Sometimes referred to as "loss of value" or "diminution in value" from the holiday, the amount you can claim for loss of holiday experience depends on the cost of your holiday and the severity of the problem. Claimants generally claim back a proportion of the holiday cost back based on the extent that your holiday was ruined.

Loss of Personal Expenses

Personal expenses include any additional costs that you have incurred as a result of the tour operators negligence. Examples of loss of personal expenses include telephone calls associated with resolving your problems and additional accommodation costs if you have needed to extend your stay, including airport parking, transport costs associated with getting to and from the airport. You may also be able to claim back more unusual costs such as kennel charges and child minding costs.

Medical Evidence

In order to support a claim for injury or illness it will be necessary, in the vast majority of cases, for medical evidence to be obtained from an expert in the relevant field. As the Claimant, this is typically arranged and organised by your solicitor, although in some cases, particularly those that fall within the multi-track, the Defendant may seek permission to obtain a report from its own expert.


If the value of a claim is likely to be in excess of £25,000 then it is usual for the case to be allocated to the multi-track. The procedures that have to be followed for multi-track cases differ from those in that apply to the fast track. Again,no win no fee' funding will generally be available for multi-track claims.

No Win No Fee

A no win no fee agreement is an arrangement that you will make with your solicitor whereby you only have to pay legal costs if your compensation claim is successful.

Overriding Objective

This sets out the principal that cases should be pursued justly and at proportionate cost, saving expense and having regard to the amount of money involved. All parties must be aware of this and the Court must actively manage cases to further this objective.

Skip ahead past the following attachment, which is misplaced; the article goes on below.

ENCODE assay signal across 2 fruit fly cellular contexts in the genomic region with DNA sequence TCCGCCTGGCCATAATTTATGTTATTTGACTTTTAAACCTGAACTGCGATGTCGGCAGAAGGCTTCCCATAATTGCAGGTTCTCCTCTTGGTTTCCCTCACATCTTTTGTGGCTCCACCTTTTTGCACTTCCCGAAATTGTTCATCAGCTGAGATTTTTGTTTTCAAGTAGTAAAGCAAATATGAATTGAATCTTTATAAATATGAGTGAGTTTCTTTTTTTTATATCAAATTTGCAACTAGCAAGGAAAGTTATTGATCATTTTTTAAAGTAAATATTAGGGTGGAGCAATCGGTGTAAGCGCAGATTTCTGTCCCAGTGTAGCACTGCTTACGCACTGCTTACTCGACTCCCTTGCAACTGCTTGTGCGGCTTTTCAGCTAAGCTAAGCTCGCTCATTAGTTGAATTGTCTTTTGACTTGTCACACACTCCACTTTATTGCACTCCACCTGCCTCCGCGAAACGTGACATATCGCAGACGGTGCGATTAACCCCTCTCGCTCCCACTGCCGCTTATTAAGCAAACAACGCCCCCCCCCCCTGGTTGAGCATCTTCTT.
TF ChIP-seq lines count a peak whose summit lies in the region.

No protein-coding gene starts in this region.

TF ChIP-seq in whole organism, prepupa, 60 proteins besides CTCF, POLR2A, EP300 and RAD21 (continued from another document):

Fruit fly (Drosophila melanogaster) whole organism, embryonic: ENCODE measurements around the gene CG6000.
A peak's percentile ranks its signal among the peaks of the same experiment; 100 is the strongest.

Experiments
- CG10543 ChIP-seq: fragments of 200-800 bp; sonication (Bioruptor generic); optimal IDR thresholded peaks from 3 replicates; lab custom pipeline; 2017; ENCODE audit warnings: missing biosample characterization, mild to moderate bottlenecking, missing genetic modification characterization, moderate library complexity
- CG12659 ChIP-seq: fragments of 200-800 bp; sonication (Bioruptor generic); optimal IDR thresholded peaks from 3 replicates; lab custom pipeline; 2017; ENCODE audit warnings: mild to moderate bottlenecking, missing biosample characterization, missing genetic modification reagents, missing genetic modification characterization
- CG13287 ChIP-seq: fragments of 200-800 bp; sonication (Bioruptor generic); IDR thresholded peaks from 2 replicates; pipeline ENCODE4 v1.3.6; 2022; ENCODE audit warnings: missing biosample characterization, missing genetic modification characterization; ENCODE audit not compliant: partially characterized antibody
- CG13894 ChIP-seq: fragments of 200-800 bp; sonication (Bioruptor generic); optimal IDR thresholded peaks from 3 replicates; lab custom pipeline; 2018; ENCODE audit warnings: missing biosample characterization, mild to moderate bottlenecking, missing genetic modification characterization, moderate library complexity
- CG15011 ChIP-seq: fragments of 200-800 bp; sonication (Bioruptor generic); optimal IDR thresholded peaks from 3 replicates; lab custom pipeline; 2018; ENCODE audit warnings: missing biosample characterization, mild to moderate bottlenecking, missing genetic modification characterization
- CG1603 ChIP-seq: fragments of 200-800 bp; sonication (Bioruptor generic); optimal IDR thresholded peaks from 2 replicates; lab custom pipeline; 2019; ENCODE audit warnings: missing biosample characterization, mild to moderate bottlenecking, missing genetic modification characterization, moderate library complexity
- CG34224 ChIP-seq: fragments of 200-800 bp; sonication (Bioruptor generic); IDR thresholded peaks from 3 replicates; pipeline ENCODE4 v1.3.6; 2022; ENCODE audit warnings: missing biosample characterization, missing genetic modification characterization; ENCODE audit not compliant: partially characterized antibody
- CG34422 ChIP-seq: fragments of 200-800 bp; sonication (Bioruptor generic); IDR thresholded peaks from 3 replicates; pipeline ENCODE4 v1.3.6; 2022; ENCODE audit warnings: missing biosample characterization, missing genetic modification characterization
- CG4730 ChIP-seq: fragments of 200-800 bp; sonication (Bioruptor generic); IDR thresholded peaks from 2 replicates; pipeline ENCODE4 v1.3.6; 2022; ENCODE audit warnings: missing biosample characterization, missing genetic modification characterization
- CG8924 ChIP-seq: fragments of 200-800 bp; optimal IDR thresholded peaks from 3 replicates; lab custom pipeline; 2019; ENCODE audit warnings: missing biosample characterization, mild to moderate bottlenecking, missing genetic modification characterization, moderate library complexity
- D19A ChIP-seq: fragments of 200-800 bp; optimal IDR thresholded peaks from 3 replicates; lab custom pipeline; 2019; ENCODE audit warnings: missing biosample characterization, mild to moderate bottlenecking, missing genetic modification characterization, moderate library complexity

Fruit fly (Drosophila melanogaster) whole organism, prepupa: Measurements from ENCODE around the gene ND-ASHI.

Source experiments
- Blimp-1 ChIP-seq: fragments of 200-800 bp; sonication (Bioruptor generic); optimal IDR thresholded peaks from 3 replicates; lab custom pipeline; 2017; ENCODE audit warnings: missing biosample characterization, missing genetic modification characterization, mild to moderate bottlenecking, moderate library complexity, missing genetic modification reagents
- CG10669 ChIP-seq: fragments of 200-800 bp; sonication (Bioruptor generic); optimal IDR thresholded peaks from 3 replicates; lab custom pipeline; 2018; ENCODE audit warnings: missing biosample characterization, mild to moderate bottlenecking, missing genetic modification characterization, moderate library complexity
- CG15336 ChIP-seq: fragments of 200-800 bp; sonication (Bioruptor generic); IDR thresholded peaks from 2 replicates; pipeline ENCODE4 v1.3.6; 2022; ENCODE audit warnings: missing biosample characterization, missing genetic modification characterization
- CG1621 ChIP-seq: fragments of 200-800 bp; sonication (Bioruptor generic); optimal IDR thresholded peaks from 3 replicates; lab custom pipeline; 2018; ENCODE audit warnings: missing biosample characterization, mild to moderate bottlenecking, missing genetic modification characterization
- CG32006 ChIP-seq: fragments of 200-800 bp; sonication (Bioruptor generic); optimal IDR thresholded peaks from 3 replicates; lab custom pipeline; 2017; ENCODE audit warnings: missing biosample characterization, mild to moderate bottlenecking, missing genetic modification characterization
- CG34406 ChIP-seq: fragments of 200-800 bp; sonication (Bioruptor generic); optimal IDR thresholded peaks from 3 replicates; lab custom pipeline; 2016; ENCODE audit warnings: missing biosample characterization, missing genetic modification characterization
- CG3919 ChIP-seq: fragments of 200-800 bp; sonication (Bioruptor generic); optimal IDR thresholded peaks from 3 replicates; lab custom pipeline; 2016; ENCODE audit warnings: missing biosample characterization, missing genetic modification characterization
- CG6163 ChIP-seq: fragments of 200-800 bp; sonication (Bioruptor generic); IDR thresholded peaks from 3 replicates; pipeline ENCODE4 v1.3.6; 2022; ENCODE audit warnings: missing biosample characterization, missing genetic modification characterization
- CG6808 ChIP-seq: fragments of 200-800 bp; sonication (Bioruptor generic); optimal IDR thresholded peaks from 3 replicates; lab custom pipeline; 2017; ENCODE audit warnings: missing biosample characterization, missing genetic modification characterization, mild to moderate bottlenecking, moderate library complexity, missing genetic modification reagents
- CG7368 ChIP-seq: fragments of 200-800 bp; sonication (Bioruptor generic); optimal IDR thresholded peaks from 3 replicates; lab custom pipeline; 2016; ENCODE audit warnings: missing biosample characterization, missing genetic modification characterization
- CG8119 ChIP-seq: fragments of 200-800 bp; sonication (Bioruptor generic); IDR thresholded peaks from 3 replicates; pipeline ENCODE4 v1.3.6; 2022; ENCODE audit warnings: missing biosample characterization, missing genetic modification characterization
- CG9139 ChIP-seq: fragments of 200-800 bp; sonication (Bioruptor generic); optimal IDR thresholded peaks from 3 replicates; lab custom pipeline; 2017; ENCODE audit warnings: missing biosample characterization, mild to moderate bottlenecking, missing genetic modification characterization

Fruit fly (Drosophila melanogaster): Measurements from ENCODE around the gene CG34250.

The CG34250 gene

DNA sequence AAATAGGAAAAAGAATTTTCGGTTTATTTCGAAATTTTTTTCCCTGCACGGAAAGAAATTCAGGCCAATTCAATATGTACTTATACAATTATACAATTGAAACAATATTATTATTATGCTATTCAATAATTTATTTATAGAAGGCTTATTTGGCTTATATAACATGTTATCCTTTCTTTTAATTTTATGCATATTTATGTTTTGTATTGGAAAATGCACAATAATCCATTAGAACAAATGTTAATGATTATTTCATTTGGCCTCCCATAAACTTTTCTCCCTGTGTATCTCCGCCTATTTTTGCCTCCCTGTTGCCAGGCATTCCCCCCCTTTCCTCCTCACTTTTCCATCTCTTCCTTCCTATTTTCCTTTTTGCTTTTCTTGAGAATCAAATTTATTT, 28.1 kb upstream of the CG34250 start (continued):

Pain and Suffering

pain and suffering are usually considered together when assessing compensation.

"Pain" is defined as the physical hurt or discomfort attributable to an injury or the consequential effect of the injury.

"Suffering" can be defined as mental or emotional distress - for example, anxiety, worry and embarrassment.

Part 36 Offers

These are offers that can be made by either side in order to encourage the settlement of a claim. There are a number of technical consequences that may follow when an offer of this kind is made. Essentially however, a party may be penalised if a reasonable offer is not accepted.

Personal Injury Pre-Action Protocol

This is a set of rules/guidelines that dictate how personal injury claims should be handled prior to the issuing of formal court papers. They are designed to encourage the parties to comply with the overriding objective (see below) and set out the time frames that should be followed. Generally speaking, where a claim involves a foreign element, the other side will seek to rely on a provision contained within this protocol allowing it 42 days to acknowledge the letter of claim and an additional 6 months to investigate claim.

Post-Traumatic Stress Disorder (PTSD)

Defined by NHS Choices as "an anxiety disorder caused by very stressful, frightening or distressing events."

Small Claims/Small Claims Track

Cases that do not concern injury or illness and are valued below £10,000 will typically be dealt with within "the small claims track" of the court. Personal injury cases where compensation for pain and suffering is valued at less than £1000 will also be dealt with here. The use of legal representatives for matters of this kind is not encouraged by the courts and there are no provisions allowing lawyer to recover their costs in a small claims matter.

Special Damage

This the name given to compensation that can potentially be recovered in respect of consequential losses and expenses that are incurred as a result of an accident or illness and may include loss of earnings, damaged clothing and travel expenses. More information about the kinds of compensation that can be claimed can be found here. These losses will have to be listed in a schedule and disclosed to the other side.


A claim can settle at any point leading up to a trial. Where a matter cannot be resolved, the parties will have to attend a final hearing where a judge will hear all of the arguments and make a ruling as to whether the other side is liable and if so, what level of compensation should be awarded. Where the issues are complicated, a trial can be split or may proceed over a number of days. Most Fast Track cases (see above) are however generally concluded within one day.

Get in touch for a chat about how we can help you by filling in our quick, no obligation enquiry form and we will call you back or you can call us directly on 0808 145 1353.

Author: © 2014

Dated: 25/03/2014

Paul Stevens - Group Travel Litigation Claims Manager